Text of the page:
The first Global Buddhist Summit, entitled “Responses to Contemporary Challenges,” was held from April 20-21, in India, where Shakyamuni Buddha lived and gave many teachings. One of the stated aims of the organizers, the International Buddhist Confederation, is “working to foster greater social and gender equality in accordance with Buddha’s teaching.” So it was disappointing to see very few female speakers represented.
Although there are many excellent and qualified female Buddhists, who are scholars, practitioners, and translators within their traditions, I was informed that only a handful of women were actual speakers at the event (around eight out of a total of 32), none of whom were on the main panels or spoke during the opening session.
For example, in the second day afternoon sessions, there were 10 male speakers and moderators, and only one female speaker, Jetsunma Tenzin Palmo, (who recently announced her retirement from in-person teaching). Tenzin Palmo, who is almost 80 years old, is a well-known writer, practitioner, and advocate of female empowerment and equality in Buddhism. Originally from Britain, she founded the nunnery Dongyu Gatsal Ling in India.
Ven. Bhikkhuni Lieu Phap Viditadhamma Theri, secretary and coordinator of the United Theravāda Bhikkhuni Sangha International and abbess of Sunnata Bhikkhuni Arama – Ni Vien Vien Khong, one of the leading Theravada Bhikkhuni nunneries in Vietnam, also spoke at the event, as did a few other women.
After I raised my initial concerns about the gender imbalance, Tathaloka Theri, an American woman who is a Buddhist nun and founding Abbess and Preceptor at Dhammadharini, responded to me in a public post on Facebook:
I was also myself a Summit invitee, with full support offered from the IBC, and am sorry I could not attend in person – I don’t know if this might have been so for other invited female Buddhist leaders invited as well. I appreciated the invitation and publicly apologized for not attending on my Facebook page two days ago straightaway when I saw the male line-ups, to try to help ameliorate the perception that not enough Buddhist women leaders were invited. Who we especially missed were the Buddhist women leaders from East Asia. The Chinese delegation was notably not able to join. And Buddhist leaders from several East Asian countries close to China also did not join. It’s a shame, because East Asia has some of the most powerful and excellent Buddhist women leaders of great eminence – sorry not to see them there. That’s politics.
Whatever the cause, judging by media coverage and photos, it looked like very few women were actively participating in the summit. The photos were predominantly of male speakers and delegates, which is not surprising because the vast majority of speakers were male.
Indian Prime Minister Narendra Modi gave an inspiring speech about Buddhism in India, and presented robes to a group of men, including Thich Tri Quang, the 43rd Sakya Trizin Rinpoche, and Drikung Chetsang Rinpoche. However, no woman was given robes. Other photos of the event revealed all-male dinners, with only monks and Rinpoches in attendance.
Yet the Shakyamuni Buddha, the founder of the religion, set up a four-fold community of monks, nuns, laywomen, and men. They were equal members of the Buddhist community. In the 21st century, to have a conference entitled “Responses to Contemporary Challenges” with so few female speakers is beyond belief.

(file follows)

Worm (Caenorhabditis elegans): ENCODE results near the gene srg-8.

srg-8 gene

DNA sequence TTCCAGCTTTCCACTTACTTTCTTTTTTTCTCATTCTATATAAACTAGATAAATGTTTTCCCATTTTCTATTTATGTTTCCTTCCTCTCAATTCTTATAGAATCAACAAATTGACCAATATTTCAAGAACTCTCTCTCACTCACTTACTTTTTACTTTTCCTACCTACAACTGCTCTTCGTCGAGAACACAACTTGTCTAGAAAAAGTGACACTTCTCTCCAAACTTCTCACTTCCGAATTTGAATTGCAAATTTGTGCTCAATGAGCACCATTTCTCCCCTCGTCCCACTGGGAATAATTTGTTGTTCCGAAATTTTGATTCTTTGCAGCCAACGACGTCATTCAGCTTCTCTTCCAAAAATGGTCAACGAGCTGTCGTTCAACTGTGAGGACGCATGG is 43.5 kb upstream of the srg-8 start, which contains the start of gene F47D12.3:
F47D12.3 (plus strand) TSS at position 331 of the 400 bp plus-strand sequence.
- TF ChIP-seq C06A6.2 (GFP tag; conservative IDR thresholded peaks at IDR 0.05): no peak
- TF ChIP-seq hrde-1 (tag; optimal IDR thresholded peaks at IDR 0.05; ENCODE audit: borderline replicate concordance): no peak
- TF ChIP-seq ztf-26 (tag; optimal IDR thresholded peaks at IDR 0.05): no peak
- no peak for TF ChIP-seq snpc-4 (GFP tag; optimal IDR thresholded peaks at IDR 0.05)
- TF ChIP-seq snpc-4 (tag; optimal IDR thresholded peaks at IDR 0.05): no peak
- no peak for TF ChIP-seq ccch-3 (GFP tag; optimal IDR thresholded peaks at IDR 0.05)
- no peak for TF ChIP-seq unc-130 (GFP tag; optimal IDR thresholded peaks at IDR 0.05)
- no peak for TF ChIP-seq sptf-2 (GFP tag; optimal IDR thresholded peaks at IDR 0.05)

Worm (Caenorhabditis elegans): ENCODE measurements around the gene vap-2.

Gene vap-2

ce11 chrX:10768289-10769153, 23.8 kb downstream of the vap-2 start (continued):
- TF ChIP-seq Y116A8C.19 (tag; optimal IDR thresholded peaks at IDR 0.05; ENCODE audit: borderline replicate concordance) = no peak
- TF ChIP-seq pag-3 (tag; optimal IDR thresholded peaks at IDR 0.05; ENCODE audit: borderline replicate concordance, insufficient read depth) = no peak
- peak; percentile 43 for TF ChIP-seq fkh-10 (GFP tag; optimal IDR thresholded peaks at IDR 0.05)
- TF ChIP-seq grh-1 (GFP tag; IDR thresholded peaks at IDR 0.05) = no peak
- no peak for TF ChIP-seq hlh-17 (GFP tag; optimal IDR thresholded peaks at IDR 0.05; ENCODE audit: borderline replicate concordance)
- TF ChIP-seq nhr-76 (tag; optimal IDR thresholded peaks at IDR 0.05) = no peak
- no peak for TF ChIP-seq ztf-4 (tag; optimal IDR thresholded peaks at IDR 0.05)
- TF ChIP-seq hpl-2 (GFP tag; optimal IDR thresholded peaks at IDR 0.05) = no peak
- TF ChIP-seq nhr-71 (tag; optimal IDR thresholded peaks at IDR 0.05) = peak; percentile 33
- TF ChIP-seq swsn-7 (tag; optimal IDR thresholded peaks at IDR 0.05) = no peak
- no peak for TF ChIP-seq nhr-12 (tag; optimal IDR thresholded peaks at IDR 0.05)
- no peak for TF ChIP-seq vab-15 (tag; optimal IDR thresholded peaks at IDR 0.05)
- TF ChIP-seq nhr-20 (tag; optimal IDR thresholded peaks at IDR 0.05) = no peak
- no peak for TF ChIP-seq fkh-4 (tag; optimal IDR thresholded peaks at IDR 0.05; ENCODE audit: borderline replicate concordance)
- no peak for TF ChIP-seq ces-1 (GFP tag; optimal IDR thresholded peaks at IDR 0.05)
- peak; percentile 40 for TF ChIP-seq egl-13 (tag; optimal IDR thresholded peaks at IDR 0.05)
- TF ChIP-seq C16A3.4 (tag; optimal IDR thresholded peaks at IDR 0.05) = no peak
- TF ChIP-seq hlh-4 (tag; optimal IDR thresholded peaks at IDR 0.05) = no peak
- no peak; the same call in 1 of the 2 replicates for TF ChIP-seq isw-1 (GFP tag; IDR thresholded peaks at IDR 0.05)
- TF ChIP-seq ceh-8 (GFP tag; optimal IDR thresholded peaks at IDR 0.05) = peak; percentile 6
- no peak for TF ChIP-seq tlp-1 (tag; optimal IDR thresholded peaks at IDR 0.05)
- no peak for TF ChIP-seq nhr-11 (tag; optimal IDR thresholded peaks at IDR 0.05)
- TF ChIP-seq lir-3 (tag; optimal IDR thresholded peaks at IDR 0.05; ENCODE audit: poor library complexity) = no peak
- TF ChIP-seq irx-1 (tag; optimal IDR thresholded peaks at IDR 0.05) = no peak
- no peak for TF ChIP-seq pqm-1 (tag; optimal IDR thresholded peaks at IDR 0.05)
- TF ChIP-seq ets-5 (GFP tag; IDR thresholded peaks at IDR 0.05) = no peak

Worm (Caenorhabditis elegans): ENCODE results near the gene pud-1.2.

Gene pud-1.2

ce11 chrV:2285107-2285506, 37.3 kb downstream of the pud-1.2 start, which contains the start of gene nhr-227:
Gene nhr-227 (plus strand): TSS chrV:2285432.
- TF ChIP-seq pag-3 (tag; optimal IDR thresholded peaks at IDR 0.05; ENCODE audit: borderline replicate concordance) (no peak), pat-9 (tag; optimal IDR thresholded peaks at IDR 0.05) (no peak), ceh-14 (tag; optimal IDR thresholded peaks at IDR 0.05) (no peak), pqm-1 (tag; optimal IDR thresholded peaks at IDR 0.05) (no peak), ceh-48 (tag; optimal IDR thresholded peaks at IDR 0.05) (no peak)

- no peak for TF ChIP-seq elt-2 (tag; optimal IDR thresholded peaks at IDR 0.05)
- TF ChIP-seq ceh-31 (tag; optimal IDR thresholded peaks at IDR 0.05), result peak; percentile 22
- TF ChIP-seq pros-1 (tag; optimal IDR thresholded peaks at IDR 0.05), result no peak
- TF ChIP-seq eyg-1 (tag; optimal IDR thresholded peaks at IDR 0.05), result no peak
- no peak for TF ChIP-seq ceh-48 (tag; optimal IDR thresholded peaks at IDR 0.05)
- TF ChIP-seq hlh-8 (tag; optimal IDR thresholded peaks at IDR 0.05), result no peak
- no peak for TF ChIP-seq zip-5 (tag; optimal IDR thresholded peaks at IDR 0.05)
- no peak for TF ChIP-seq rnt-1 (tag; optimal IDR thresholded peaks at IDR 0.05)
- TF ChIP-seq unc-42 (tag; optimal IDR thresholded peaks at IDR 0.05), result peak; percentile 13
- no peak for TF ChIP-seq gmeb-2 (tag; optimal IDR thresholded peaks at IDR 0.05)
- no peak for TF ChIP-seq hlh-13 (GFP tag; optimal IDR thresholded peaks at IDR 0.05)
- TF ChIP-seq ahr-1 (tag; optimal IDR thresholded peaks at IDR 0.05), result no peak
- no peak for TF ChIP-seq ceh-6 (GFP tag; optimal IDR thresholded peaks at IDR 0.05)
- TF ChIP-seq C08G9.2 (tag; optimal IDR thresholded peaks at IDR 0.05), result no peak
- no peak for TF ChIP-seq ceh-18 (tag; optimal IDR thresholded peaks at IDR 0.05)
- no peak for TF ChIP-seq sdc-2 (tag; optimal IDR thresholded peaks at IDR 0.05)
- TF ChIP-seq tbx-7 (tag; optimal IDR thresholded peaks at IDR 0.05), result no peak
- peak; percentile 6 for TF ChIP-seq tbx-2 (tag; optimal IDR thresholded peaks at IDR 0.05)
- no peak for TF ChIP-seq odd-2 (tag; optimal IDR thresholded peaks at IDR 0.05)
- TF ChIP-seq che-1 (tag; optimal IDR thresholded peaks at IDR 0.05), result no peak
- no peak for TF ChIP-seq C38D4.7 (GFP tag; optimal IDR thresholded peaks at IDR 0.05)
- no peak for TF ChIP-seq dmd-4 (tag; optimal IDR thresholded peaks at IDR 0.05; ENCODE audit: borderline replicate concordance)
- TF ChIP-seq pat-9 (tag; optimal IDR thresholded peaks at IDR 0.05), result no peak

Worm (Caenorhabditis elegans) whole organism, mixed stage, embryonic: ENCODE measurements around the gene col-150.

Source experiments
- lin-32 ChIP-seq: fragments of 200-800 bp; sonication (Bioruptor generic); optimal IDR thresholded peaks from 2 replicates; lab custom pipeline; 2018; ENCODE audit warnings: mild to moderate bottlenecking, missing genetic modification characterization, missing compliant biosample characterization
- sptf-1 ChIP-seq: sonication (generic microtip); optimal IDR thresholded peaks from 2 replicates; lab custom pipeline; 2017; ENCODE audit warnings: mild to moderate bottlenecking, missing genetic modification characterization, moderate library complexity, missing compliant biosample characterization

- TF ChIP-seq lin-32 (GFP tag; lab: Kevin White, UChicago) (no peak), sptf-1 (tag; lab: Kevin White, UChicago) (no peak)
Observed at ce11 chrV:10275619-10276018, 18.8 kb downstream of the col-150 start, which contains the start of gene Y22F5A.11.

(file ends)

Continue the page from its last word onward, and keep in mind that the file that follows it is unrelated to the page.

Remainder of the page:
This lack of female speakers at the Global Buddhist Summit reminded me of the 4th Vajrayana conference in Bhutan last year, when there were also zero female speakers in the opening ceremony. When I politely asked the Bhutanese organizer (another man) why there were no female speakers, he did not answer and seemed rather put out by the question. That conference was entitled – rather ironically, in retrospect – “Modernity in Buddhism.”
In addition, my presentation, which was on the female, non-monastic roots of Vajrayana in India, was later not published. When I asked for a reason, I was either ignored or abruptly (and rudely) told that they intended to publish all of the presentations. However, it has still not been published to date. (For those who would like to see and hear what I presented in Bhutan, please see the video here; the summary and transcript is here.)
The phenomenon of all-male panels and conferences is nothing new, of course, nor is it unique to Buddhist events. There is a special term for such events – the “manel” – and even a comic website aimed at exposing them. Nonetheless, it is uninspiring and even hope-killing for women (and children) to see a religion dominated by men, where women are still not granted equal respect for their voices, experiences, talents, and bodies. But within religious and Buddhist circles, no one seems to have batted an eyelid at the glaring omission. Apparently gender equality is one contemporary challenge that seems to be unworthy of notice or discussion.
The Global Buddhist Summit could have been a great opportunity for Buddhists, from all cultures and walks of life, to show how important and valuable women are in helping respond to contemporary challenges within the Buddhist communities. Instead, it became one endless show of men in monastic robes. Where is the inspiration for female nuns and lay Buddhists in that?
A previous version of this article was published on the author’s website.